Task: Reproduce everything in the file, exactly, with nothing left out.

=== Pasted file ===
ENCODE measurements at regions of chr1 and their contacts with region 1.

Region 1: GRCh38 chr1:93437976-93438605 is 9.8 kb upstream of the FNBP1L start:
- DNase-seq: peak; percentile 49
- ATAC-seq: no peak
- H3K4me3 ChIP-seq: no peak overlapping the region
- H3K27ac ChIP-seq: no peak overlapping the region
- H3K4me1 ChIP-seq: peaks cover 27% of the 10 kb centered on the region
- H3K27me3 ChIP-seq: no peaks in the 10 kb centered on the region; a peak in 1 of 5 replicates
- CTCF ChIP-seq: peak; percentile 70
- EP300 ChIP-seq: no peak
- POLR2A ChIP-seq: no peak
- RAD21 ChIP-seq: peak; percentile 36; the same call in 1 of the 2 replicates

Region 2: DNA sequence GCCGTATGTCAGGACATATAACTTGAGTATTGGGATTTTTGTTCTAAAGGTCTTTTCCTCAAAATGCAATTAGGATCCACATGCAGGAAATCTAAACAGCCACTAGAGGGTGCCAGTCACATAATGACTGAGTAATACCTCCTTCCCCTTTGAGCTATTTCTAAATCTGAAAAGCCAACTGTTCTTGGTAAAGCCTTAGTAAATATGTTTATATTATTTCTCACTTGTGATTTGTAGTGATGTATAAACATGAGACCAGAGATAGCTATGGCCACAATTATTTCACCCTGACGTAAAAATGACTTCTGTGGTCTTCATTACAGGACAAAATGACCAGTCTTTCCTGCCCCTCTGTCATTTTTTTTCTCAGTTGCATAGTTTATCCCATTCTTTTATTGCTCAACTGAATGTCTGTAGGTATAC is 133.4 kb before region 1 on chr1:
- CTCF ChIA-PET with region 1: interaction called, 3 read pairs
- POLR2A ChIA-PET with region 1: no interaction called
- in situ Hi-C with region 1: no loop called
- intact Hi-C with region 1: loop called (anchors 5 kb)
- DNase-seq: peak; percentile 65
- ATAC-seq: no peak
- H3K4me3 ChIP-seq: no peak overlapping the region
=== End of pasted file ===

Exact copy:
ENCODE measurements at regions of chr1 and their contacts with region 1.

Region 1: GRCh38 chr1:93437976-93438605 is 9.8 kb upstream of the FNBP1L start:
- DNase-seq: peak; percentile 49
- ATAC-seq: no peak
- H3K4me3 ChIP-seq: no peak overlapping the region
- H3K27ac ChIP-seq: no peak overlapping the region
- H3K4me1 ChIP-seq: peaks cover 27% of the 10 kb centered on the region
- H3K27me3 ChIP-seq: no peaks in the 10 kb centered on the region; a peak in 1 of 5 replicates
- CTCF ChIP-seq: peak; percentile 70
- EP300 ChIP-seq: no peak
- POLR2A ChIP-seq: no peak
- RAD21 ChIP-seq: peak; percentile 36; the same call in 1 of the 2 replicates

Region 2: DNA sequence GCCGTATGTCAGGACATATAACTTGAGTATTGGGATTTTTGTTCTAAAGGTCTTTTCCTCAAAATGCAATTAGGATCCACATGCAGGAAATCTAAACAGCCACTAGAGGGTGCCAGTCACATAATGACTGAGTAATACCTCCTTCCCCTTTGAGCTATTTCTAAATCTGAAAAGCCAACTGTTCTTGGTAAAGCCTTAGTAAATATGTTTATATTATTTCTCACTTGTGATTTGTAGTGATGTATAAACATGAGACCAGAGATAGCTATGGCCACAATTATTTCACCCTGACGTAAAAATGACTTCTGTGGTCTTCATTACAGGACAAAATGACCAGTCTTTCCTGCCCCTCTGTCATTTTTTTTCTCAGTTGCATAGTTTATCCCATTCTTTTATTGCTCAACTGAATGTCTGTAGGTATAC is 133.4 kb before region 1 on chr1:
- CTCF ChIA-PET with region 1: interaction called, 3 read pairs
- POLR2A ChIA-PET with region 1: no interaction called
- in situ Hi-C with region 1: no loop called
- intact Hi-C with region 1: loop called (anchors 5 kb)
- DNase-seq: peak; percentile 65
- ATAC-seq: no peak
- H3K4me3 ChIP-seq: no peak overlapping the region